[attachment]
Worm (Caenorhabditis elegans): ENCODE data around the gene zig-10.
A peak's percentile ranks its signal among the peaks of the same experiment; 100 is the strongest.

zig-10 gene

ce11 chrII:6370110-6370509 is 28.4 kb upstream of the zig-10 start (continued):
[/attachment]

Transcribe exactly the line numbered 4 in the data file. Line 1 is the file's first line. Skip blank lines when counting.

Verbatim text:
ce11 chrII:6370110-6370509 is 28.4 kb upstream of the zig-10 start (continued):